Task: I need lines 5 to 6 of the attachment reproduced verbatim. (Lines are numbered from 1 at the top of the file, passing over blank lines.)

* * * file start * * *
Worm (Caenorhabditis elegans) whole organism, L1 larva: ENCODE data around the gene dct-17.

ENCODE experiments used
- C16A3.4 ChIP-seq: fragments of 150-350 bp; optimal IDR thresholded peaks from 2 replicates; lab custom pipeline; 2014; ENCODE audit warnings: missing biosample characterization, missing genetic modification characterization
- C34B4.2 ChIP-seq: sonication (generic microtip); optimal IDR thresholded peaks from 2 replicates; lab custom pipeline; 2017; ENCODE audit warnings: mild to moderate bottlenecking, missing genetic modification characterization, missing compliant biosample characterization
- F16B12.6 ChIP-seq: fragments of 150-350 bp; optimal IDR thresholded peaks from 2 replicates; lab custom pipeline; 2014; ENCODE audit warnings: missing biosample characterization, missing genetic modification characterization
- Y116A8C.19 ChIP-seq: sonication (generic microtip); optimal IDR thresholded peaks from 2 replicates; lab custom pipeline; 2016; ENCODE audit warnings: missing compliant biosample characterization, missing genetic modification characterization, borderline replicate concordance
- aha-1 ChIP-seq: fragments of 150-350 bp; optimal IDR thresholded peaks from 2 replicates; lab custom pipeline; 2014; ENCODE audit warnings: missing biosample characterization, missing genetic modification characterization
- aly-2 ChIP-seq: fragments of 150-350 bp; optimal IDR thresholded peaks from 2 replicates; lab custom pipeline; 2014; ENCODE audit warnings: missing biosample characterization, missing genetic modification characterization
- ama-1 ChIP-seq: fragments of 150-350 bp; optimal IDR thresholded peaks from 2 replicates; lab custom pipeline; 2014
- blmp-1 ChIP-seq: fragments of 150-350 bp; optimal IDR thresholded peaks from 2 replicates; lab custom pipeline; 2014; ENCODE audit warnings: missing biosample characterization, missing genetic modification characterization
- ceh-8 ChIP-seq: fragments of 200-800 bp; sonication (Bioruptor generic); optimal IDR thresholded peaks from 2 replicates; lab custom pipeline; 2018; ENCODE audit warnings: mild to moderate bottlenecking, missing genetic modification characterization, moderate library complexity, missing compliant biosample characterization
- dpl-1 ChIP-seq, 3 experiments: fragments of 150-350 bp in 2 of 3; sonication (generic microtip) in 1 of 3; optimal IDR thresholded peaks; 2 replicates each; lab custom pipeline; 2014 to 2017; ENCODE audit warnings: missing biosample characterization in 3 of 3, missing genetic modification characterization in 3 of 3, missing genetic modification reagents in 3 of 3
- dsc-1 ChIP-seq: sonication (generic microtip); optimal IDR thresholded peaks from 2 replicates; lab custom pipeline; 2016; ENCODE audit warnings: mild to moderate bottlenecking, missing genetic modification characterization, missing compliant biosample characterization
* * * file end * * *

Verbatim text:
- F16B12.6 ChIP-seq: fragments of 150-350 bp; optimal IDR thresholded peaks from 2 replicates; lab custom pipeline; 2014; ENCODE audit warnings: missing biosample characterization, missing genetic modification characterization
- Y116A8C.19 ChIP-seq: sonication (generic microtip); optimal IDR thresholded peaks from 2 replicates; lab custom pipeline; 2016; ENCODE audit warnings: missing compliant biosample characterization, missing genetic modification characterization, borderline replicate concordance